Additional Photos:
Edmonton official gazette, p. 7


Source of Text:
Alberta past and present v. 1, p. 135-136
Edmonton Journal, October 1, 1989, p. C1
Edmonton Journal, July 28, 1941, p. 1, 3

 
 
 Cleveley, W. W.



Additional Photos:
Edmonton Journal, November 14, 1935, p. 13

Source of Text:


 
 
 Collisson, James Thomas Joseph

Born in Lucan, Ontario, in 1876. Received his early education in Lucan and London, Ontario. Came to Edmonton in 1898 and taught school for five years. Moved to Dawson in 1903 and taught there for two years. Returned to Edmonton in 1905 and entered law firm Short, Cross and Bigger as law student. Graduated and admitted to Alberta bar in 1908. Chairman of city's public welfare board, 1914-1924; school trustee. Member and president of Edmonton Community Chest, 1941-1948. Died on July 30, 1962. Survived by his widow Irene, one son and two daughters.

Additional Photos:
Edmonton Journal, August 1, 1962, p. 47

Source of Text:
Edmonton Journal, August 1, 1962, p. 47

 
 
 Connelly, William J.

Born in 1918 in Edmonton; son of William J. and Isabelle (nee Milne) Connelly. His father was the founder of Alberta’s oldest funeral firm, the Connelly-McKinley Funeral Home. His mother was a teacher. Drove the firm’s ambulance at age of twelve; became a full partner in his father’s firm on July 1, 1935.Attended Campion College in Regina, Sask. Active in sporting circles and brought harness racing back to Alberta in 1961. Known as the "Father of harness racing" in Alberta and is in the Canadian Sports Hall of Fame for his many efforts on behalf of harness racing. Past deputy of Alberta for the Knights of Columbus. Director of Edmonton Eskimos (10 years) and Canadian Trotting Association (6 years). Shareholder of Edmonton Northlands (formerly Edmonton Exhibition Association) since 1936. Catholic in religion. Married Phyllis Bird, daughter of H. Frank Bird, advertising manager of the Edmonton Bulletin, in 1939. Six children, three sons and three daughters.

Additional Photos:
Edmonton Journal, October 20, 1955, p. 1

Source of Text:
A history of funeral service in Alberta, p. 56-60.

 
 
 Cowie, I.



Additional Photos:


Source of Text:


 
 
 Crang, Margaret Tryphene Francis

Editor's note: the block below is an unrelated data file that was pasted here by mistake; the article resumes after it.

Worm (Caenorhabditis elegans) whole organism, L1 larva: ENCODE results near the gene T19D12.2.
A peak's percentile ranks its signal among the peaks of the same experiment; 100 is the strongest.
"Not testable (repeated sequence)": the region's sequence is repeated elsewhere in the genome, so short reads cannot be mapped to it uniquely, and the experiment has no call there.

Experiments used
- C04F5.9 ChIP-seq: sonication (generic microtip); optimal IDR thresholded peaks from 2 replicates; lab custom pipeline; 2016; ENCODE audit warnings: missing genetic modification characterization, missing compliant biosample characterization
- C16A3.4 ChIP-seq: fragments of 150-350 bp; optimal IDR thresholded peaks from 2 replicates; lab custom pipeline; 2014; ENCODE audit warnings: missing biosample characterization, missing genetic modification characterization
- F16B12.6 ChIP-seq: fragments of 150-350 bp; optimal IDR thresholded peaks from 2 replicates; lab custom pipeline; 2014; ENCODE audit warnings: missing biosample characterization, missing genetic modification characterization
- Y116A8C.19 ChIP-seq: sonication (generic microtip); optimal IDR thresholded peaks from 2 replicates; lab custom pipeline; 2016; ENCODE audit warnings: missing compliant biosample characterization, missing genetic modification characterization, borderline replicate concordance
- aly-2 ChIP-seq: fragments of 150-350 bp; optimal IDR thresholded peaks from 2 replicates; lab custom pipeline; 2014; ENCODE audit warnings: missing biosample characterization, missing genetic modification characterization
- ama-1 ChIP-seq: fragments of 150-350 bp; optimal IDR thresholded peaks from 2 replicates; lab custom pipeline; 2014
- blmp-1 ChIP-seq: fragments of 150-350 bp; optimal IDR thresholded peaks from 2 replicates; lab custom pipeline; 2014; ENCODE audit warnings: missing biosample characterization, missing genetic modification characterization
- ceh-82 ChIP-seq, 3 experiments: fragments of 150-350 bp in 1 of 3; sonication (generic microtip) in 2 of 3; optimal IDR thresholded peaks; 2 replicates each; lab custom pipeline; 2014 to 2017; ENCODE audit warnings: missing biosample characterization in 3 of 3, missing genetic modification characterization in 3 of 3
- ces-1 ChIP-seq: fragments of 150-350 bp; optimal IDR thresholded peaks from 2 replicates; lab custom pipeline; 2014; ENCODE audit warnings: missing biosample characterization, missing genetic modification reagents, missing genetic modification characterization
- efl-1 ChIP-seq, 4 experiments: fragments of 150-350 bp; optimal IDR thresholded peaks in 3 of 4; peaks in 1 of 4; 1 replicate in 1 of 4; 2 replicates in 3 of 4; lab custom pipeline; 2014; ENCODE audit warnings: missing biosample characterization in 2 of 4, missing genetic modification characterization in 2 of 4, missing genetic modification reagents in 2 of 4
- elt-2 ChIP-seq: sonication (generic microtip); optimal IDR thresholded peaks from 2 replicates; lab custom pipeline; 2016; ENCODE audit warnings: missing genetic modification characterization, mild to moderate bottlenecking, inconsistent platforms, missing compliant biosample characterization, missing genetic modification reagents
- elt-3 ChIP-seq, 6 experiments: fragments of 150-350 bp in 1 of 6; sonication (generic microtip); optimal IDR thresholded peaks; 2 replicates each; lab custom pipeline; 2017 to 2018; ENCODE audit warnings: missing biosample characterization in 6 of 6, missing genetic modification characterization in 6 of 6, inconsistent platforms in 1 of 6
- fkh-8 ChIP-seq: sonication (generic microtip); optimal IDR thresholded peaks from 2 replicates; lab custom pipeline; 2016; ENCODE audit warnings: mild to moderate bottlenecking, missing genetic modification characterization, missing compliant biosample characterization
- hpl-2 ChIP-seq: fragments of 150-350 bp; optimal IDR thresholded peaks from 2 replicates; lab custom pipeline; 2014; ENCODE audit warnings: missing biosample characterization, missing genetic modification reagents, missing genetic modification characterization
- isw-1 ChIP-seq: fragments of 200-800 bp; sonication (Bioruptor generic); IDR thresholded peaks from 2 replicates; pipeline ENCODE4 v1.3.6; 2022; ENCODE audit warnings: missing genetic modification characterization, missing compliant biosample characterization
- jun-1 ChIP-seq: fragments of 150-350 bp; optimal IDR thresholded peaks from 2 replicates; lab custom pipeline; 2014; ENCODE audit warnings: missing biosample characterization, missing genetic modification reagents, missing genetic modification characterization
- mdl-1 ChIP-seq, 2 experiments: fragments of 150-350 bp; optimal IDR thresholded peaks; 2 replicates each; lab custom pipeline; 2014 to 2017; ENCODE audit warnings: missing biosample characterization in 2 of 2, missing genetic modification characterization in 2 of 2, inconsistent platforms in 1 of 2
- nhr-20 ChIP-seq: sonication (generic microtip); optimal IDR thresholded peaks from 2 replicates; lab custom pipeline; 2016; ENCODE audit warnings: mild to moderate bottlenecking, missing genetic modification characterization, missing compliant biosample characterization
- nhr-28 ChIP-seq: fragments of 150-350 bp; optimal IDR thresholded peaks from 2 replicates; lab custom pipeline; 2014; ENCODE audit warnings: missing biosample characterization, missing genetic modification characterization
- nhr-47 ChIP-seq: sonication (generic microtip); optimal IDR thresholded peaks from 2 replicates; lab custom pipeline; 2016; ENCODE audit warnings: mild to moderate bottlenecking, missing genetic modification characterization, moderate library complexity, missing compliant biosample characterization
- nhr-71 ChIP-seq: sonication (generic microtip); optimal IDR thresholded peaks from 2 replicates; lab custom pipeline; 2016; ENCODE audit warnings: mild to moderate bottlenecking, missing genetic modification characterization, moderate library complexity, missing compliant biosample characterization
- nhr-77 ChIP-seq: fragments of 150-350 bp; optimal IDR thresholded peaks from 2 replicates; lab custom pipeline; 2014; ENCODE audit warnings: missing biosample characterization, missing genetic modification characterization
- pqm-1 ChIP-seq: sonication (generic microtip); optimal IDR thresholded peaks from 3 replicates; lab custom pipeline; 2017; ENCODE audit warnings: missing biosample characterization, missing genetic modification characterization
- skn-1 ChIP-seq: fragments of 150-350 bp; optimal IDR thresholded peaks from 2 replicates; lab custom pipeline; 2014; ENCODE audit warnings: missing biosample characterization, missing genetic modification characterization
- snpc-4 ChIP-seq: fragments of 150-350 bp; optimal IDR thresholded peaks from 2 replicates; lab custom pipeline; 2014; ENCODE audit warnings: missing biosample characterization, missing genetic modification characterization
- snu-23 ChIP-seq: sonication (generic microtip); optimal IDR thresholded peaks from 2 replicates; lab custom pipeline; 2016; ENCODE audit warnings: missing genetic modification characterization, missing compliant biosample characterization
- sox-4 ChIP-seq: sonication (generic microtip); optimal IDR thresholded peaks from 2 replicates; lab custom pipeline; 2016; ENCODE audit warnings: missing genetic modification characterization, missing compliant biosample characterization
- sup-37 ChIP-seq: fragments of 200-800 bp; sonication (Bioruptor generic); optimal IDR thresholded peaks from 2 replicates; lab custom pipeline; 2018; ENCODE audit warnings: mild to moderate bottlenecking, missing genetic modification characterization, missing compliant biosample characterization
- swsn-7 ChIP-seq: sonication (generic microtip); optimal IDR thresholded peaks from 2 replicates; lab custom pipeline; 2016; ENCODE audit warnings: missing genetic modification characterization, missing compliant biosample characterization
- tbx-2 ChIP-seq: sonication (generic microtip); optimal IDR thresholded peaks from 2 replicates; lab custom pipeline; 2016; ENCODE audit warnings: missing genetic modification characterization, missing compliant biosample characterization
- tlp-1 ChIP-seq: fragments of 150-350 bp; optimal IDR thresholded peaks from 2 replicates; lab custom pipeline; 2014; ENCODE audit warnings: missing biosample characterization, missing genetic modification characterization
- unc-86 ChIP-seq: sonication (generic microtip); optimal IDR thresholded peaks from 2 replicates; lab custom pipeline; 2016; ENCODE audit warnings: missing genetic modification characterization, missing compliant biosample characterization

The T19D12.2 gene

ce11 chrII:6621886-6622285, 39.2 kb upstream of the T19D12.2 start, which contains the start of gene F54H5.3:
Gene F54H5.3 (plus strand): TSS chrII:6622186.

Daughter of Frank Crang, former Edmonton Public School Board chairman and trustee. Received B.A. in 1930, law degree in 1932, and admitted to bar in 1934. Elected alderman in 1933 at age 23; ran on a platform of increased assistance to the unemployed. Member of League Against War and Fascism, Canadian Labor Party, Canadian Commonwealth Federation (predecessor of the NDP). Went to Spain in 1936. Friend of Dr. Norman Bethune whom she met in 1939. Ran unsuccessfully three times in provincial elections. Later became reporter for Montreal Gazette. Spent many years in the U.S. to receive treatment for Cushing's disease. Never married and lived with her parents in Garneau. Has lived in Vancouver since 1953.

Additional Photos:
Edmonton Journal, October 22, 1989, p. B2

Source of Text:
Edmonton Journal, October 22, 1989, p. B2

 
 
 Crawford, Neil Stanley

Born in Prince Albert, Saskatchewan, on May 26, 1931; son of William Francis and Hannah (nee Hoen) Crawford. Educated at Humbolt Public School and Collegiate, Elrose High School, City Park Collegiate (Saskatoon), and University of Saskatchewan. B.A. degree in political science, 1952; Bachelor of Law, 1954. Admitted to Alberta bar, 1955, practised until 1961. Executive assistant to PM John Diefenbaker, 1961-1963. Resumed law practice in 1963. Appointed Queen's Counsel in 1972. Past president of several community leagues, president of Alberta Young Conservatives, 1963-1964, MLA for Edmonton-Parkallen, 1971-1989. Held several ministerial portfolios, last one being Minister of Special Projects, 1987-1989. Did not run in 1989 provincial election due to poor health (diagnosed in August 1986 as having Lou Gehring's disease). Progressive Conservative in politics; Protestant by religion. Known as accomplished jazz trumpeter, member of the Edmonton Jazz Society. Married to Catherine May on September 3, 1951. Six children. Died on August 25, 1992 after a six-year battle with the disease.

Additional Photos:
Alberta public sector directory, 1988, p. 15
Edmonton Journal, January 10, 1989, p. A1
Edmonton Journal, August 26, 1992, p. A5

Source of Text:
Alberta public sector directory, 1988, p. 15
Edmonton Journal, January 10, 1989, p. A1
Edmonton Journal, August 26, 1992, p. A5

 
 
 Cushing, Arthur Thompson

Born in Kenilworth, Ontario, February 10, 1869; son of William and Sarah (nee Thompson) Cushing. Educated in public schools and Essex High School. B.A. from the University of Toronto in 1898. Came to Edmonton in 1900 to manage his brother's lumber business. Built a new factory in 1911, the Edmonton branch of Cushing Bros. Company, Limited. Served as Public School Board trustee, president of the Board of Trade, president of the Edmonton Public Hospital. Married Annie Nelson in 1902. Three children. Died in Vancouver on March 26, 1944.

Additional Photos:
Greater Edmonton number, p. 57


Source of Text:
History of the Province of Alberta, v. 1, p. 559-560
Edmonton Journal, March 28, 1944, p. 5